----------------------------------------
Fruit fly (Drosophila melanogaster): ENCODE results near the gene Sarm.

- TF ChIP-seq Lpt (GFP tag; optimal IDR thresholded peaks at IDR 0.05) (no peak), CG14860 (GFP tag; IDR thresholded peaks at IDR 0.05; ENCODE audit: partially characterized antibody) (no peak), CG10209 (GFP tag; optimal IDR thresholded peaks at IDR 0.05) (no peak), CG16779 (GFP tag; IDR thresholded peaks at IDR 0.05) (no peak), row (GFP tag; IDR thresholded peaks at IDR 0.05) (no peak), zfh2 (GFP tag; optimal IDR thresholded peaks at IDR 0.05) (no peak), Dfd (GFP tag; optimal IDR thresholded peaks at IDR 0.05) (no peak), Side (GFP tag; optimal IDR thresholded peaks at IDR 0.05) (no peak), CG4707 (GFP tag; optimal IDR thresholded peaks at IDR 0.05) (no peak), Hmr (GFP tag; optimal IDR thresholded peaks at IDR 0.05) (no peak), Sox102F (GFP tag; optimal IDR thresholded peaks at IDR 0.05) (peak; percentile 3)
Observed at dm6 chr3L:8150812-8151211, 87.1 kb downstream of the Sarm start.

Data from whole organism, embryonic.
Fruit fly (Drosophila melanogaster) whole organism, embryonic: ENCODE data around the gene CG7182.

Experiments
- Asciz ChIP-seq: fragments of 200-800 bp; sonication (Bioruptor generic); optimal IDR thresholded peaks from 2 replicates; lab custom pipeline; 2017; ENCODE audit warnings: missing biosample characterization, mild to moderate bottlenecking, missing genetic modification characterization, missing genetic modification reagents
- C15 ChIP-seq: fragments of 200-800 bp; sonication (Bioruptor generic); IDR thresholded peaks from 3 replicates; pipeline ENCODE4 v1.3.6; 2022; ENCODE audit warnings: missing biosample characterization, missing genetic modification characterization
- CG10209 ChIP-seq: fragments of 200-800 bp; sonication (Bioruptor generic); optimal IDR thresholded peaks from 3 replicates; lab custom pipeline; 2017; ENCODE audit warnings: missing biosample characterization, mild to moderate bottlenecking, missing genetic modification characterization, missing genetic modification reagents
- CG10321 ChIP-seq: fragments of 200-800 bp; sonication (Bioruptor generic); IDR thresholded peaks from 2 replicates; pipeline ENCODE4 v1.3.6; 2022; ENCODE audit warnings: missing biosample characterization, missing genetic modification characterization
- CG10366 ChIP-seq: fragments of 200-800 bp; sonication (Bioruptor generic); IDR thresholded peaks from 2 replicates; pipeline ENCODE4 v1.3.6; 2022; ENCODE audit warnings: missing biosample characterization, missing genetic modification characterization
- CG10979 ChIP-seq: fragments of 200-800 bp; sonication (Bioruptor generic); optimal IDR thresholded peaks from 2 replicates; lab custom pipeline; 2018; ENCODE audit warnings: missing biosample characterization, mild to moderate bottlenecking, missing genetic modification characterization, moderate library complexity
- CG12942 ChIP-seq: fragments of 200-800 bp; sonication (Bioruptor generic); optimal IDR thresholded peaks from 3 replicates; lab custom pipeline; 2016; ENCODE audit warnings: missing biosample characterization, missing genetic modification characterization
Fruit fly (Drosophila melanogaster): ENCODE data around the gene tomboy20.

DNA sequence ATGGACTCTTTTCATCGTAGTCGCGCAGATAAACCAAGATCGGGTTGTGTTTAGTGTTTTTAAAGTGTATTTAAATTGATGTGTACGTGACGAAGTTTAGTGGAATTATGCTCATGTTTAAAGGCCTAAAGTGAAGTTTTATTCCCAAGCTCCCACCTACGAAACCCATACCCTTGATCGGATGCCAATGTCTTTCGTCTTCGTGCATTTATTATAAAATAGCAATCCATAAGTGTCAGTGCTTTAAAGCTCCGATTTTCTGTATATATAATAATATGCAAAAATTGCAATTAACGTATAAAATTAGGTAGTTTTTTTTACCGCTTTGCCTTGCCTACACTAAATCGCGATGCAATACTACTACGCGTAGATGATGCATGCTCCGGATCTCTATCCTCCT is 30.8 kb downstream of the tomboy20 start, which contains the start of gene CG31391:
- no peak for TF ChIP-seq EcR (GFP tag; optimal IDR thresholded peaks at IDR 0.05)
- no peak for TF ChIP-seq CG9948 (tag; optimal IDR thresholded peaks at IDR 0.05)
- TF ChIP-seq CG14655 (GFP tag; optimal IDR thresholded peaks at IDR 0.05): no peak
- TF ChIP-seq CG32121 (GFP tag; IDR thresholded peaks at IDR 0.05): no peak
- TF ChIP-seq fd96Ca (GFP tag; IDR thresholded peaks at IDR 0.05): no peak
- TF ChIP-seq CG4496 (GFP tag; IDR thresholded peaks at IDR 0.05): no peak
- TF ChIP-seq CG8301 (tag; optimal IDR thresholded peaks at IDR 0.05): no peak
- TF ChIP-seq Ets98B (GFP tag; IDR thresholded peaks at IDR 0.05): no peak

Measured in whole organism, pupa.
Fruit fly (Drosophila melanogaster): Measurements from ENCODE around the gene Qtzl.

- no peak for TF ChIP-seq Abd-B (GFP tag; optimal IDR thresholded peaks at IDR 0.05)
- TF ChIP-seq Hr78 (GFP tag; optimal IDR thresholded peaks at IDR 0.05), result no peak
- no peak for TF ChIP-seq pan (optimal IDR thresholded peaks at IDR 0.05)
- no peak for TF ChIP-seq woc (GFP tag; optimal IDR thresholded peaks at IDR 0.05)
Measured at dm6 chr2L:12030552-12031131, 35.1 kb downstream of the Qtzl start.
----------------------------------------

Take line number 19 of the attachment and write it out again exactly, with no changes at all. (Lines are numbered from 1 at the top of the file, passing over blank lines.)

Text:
- TF ChIP-seq CG32121 (GFP tag; IDR thresholded peaks at IDR 0.05): no peak